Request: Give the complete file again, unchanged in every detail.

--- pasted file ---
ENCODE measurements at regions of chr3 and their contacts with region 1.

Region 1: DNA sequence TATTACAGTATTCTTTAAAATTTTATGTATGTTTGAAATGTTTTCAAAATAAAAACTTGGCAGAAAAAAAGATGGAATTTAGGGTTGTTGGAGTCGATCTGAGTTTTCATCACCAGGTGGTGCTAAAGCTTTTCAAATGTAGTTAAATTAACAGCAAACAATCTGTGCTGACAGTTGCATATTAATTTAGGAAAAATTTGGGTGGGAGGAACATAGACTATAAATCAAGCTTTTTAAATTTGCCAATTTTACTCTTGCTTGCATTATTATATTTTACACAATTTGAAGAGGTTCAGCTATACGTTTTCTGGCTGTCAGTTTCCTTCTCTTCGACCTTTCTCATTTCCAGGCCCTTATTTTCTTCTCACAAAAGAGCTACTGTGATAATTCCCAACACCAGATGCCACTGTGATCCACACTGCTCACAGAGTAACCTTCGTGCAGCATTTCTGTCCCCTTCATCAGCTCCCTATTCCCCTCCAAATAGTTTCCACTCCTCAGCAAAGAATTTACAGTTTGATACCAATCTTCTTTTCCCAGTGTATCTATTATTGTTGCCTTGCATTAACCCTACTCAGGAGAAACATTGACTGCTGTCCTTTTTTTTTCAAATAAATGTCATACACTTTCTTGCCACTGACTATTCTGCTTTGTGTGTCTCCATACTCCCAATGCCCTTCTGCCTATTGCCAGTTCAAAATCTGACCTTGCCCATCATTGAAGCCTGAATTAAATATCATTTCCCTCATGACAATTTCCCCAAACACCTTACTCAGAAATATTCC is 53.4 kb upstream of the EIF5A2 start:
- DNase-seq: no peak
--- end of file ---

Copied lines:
ENCODE measurements at regions of chr3 and their contacts with region 1.

Region 1: DNA sequence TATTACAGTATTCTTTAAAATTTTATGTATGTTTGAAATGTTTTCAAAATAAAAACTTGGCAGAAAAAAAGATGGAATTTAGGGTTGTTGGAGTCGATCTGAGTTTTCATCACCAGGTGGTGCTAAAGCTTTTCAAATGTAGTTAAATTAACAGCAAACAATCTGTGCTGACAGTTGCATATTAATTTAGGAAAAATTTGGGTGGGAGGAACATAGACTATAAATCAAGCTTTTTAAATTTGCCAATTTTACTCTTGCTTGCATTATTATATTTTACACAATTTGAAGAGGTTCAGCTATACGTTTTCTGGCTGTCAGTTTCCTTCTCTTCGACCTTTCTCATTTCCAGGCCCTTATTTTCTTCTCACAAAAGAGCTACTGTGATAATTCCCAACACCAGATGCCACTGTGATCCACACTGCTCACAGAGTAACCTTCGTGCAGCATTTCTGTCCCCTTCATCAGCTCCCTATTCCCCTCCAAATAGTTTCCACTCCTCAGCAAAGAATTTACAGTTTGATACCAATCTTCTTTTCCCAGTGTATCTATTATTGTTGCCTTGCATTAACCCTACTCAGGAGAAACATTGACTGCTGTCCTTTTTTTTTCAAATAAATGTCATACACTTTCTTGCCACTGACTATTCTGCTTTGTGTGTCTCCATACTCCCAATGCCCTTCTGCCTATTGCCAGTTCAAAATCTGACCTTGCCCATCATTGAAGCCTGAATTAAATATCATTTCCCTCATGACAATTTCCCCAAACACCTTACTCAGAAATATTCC is 53.4 kb upstream of the EIF5A2 start:
- DNase-seq: no peak